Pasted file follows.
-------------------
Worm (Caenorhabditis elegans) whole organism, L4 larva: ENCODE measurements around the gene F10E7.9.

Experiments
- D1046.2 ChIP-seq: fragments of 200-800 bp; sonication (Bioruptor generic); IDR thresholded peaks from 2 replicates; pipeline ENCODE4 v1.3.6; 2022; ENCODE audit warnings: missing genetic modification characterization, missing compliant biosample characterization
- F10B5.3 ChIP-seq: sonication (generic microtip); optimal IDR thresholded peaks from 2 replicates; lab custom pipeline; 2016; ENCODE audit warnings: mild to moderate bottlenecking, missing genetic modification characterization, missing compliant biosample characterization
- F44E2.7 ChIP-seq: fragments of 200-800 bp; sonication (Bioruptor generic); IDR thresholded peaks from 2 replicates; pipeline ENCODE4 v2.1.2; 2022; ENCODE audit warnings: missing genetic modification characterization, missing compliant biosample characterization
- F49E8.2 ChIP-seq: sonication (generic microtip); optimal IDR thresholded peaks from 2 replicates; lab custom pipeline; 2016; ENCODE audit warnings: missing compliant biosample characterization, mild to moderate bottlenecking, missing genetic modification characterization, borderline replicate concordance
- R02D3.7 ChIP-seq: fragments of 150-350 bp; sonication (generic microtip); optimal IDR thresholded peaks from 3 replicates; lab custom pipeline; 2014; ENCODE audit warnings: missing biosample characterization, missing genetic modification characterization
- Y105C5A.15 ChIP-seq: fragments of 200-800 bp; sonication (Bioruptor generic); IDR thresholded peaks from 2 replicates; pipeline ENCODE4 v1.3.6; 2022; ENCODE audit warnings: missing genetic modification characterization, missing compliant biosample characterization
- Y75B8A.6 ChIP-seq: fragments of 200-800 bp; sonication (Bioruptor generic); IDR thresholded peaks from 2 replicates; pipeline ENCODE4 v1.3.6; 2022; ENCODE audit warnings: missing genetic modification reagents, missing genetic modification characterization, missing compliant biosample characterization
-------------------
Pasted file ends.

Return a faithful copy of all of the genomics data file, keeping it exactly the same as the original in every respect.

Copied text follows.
Worm (Caenorhabditis elegans) whole organism, L4 larva: ENCODE measurements around the gene F10E7.9.

Experiments
- D1046.2 ChIP-seq: fragments of 200-800 bp; sonication (Bioruptor generic); IDR thresholded peaks from 2 replicates; pipeline ENCODE4 v1.3.6; 2022; ENCODE audit warnings: missing genetic modification characterization, missing compliant biosample characterization
- F10B5.3 ChIP-seq: sonication (generic microtip); optimal IDR thresholded peaks from 2 replicates; lab custom pipeline; 2016; ENCODE audit warnings: mild to moderate bottlenecking, missing genetic modification characterization, missing compliant biosample characterization
- F44E2.7 ChIP-seq: fragments of 200-800 bp; sonication (Bioruptor generic); IDR thresholded peaks from 2 replicates; pipeline ENCODE4 v2.1.2; 2022; ENCODE audit warnings: missing genetic modification characterization, missing compliant biosample characterization
- F49E8.2 ChIP-seq: sonication (generic microtip); optimal IDR thresholded peaks from 2 replicates; lab custom pipeline; 2016; ENCODE audit warnings: missing compliant biosample characterization, mild to moderate bottlenecking, missing genetic modification characterization, borderline replicate concordance
- R02D3.7 ChIP-seq: fragments of 150-350 bp; sonication (generic microtip); optimal IDR thresholded peaks from 3 replicates; lab custom pipeline; 2014; ENCODE audit warnings: missing biosample characterization, missing genetic modification characterization
- Y105C5A.15 ChIP-seq: fragments of 200-800 bp; sonication (Bioruptor generic); IDR thresholded peaks from 2 replicates; pipeline ENCODE4 v1.3.6; 2022; ENCODE audit warnings: missing genetic modification characterization, missing compliant biosample characterization
- Y75B8A.6 ChIP-seq: fragments of 200-800 bp; sonication (Bioruptor generic); IDR thresholded peaks from 2 replicates; pipeline ENCODE4 v1.3.6; 2022; ENCODE audit warnings: missing genetic modification reagents, missing genetic modification characterization, missing compliant biosample characterization